Unemployed Middle Class Have Nowhere to Go
(Part one of two)
The reality of the situation hit as she noticed a heavyset drunk man stumbling toward her from the mat where she was supposed to sleep for the night.
That sleepless night on the cafeteria floor of the Friendship Center began in November, and for 51-year-old New Britain resident, who goes by the name Ashley, has continued for the last three months as she searches for work.
She has a college degree, but has been unemployed since 2008 and has applied to thousands of job openings. Her story is of a new and small sector of the homeless population who have fallen out of the middle class and onto the couches of friends and eventually shelters.
“For how I look, I don’t really fit in there because I have a college degree and none of them do,” Ashley said of the other homeless people she has met. “I don’t have any substance abuse issues. I don’t drink. I don’t smoke cigarettes, even. I don’t have any mental health issues.”
Born in New Britain, Ashley (who asked not to be identified by her last name for fear of being retaliated against for speaking out and for fear of compromising her job prospects) is the daughter of Polish immigrants. She attended local schools and her childhood was filled with church, Saturday religious school, and meals steeped in the culture of her parent’s homeland. Her parents both died in 1996.
After graduating from New Britain High School in 1979, during which she worked two jobs, she took some time off to work before attending classes at Middlesex Community College in Middletown. While pursuing a liberal arts education she worked at Pelton’s Drug Store to help pay for her eventual transfer to the University of Connecticut. She graduated from Middlesex with a 3.95 grade point average.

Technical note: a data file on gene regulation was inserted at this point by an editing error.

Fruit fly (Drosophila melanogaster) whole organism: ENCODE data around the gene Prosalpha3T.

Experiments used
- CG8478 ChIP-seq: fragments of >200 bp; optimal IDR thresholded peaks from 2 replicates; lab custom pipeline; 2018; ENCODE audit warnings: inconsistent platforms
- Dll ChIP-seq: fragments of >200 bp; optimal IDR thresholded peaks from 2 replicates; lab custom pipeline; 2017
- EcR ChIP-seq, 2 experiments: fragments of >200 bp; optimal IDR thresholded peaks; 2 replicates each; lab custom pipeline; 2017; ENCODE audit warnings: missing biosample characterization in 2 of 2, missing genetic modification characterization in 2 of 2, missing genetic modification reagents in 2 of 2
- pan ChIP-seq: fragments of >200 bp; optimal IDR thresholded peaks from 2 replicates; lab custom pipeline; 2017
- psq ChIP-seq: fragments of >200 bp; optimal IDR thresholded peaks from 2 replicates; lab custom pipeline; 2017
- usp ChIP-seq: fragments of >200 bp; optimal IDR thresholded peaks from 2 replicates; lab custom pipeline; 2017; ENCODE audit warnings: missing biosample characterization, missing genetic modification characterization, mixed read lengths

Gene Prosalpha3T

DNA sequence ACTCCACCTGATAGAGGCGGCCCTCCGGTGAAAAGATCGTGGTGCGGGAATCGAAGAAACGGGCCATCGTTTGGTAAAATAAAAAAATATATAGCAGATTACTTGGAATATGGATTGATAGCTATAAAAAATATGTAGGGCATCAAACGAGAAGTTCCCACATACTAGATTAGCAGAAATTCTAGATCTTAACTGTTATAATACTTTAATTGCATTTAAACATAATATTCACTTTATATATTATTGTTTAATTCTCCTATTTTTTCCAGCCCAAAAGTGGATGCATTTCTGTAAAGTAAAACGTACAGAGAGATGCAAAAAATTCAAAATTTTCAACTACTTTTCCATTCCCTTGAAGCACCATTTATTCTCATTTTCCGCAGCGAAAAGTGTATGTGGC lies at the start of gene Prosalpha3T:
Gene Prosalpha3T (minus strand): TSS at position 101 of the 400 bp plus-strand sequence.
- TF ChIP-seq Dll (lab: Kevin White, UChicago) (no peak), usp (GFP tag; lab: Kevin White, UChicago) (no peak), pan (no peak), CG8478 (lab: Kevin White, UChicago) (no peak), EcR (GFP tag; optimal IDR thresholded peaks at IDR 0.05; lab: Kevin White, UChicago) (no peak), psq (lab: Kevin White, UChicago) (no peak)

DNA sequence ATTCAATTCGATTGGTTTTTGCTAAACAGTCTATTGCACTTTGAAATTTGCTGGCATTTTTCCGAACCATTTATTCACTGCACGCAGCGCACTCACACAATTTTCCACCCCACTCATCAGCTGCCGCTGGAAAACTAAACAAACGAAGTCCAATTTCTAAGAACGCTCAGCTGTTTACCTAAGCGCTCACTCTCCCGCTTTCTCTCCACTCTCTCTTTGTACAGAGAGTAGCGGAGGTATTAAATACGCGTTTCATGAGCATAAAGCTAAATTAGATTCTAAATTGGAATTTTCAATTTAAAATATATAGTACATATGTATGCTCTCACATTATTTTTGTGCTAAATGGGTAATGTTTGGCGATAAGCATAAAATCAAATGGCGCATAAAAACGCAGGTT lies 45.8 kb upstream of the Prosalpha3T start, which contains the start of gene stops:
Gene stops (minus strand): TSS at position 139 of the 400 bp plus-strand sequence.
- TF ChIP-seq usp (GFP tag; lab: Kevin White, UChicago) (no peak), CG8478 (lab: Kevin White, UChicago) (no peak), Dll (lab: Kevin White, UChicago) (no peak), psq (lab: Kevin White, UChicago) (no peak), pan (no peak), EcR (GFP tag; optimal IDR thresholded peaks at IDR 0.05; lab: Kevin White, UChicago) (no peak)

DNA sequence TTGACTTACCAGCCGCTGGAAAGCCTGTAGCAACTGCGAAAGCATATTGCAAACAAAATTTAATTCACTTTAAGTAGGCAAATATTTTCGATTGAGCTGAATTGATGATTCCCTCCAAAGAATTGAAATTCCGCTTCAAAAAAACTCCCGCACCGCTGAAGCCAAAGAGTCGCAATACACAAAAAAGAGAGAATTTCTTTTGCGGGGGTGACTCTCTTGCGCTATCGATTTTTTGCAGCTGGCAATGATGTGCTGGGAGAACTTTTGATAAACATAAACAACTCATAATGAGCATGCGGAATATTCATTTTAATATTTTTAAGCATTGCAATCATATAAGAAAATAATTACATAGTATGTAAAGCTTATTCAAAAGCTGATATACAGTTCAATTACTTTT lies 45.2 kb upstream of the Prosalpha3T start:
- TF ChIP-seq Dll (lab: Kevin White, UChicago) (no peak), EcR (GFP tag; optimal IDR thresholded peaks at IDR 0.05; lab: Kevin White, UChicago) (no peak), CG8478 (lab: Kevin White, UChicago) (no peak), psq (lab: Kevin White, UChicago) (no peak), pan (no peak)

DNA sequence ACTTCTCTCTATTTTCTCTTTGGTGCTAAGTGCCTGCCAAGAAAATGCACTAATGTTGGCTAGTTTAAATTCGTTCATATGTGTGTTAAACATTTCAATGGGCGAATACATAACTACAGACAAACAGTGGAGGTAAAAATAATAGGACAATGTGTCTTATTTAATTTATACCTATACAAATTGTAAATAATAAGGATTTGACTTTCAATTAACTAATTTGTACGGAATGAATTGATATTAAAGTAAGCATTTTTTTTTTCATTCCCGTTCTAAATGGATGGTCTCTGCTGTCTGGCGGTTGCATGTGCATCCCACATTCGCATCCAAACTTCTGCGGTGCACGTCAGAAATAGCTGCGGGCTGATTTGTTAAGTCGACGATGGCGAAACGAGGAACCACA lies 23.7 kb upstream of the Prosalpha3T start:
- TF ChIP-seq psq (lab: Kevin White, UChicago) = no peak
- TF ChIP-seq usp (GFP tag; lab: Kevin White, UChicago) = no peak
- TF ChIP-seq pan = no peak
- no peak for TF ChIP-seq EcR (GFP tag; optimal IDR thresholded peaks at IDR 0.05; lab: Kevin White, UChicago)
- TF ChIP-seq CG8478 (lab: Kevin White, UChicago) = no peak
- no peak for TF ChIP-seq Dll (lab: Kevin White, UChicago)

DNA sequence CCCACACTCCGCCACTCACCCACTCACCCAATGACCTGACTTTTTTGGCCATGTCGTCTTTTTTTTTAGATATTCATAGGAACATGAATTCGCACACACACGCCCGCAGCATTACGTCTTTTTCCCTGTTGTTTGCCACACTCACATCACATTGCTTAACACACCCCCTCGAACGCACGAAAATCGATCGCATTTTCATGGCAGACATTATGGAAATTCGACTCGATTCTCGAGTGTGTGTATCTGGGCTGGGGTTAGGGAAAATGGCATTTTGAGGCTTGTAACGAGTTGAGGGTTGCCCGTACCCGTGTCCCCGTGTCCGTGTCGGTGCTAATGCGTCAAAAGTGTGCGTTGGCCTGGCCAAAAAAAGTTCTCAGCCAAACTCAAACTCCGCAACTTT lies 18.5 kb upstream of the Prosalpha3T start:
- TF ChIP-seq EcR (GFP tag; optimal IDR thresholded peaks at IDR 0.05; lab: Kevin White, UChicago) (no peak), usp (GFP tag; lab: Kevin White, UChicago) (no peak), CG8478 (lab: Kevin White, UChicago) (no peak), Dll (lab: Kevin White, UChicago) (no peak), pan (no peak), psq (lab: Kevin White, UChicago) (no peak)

With strong writing skills, she ended up graduating from UConn in 1991 with a bachelor’s degree in English and continued working with Pelton’s as an assistant manager while searching for a job related to her degree.
In 2008 she took a job working in the marketing department at Whole Foods in Glastonbury to stow away money to attend graduate school. But when the economy collapsed and gas prices shot up, she was one of the first to be let go.
With no job, Ashley called several friends in central Connecticut to see if they could offer a bed or couch. For several weeks she shifted between the homes of friends.
In between baby or house sitting for friends, she would go through a weekly routine of checking job listings she had bookmarked on her computer.
“I stopped counting after 2,000 applications and resumes that I sent out,” Ashley says of the job search. She applied to seasonal retail jobs, insurance companies, offices, and other postings.
“Where are the Connecticut jobs for people that can work, other than
retail, which is low end and part-time,” she says. “And then you have a health center being built where you have to be highly trained, a master’s or a doctorate. Where’s
the in-between stuff?”
She eventually heard from a friend about 1998’s Workforce Investment Act that aims to help low-income or dislocated workers retrain in a different field. She eventually decided on an American Bar Association-approved paralegal studies certificate program at the University of Hartford.
She started the program in March 2011 and finished in January 2012. “It was really hard because I was homeless at the time. My car was full of stuff so I used to park in the back of the parking lot so nobody would see,” she recalls.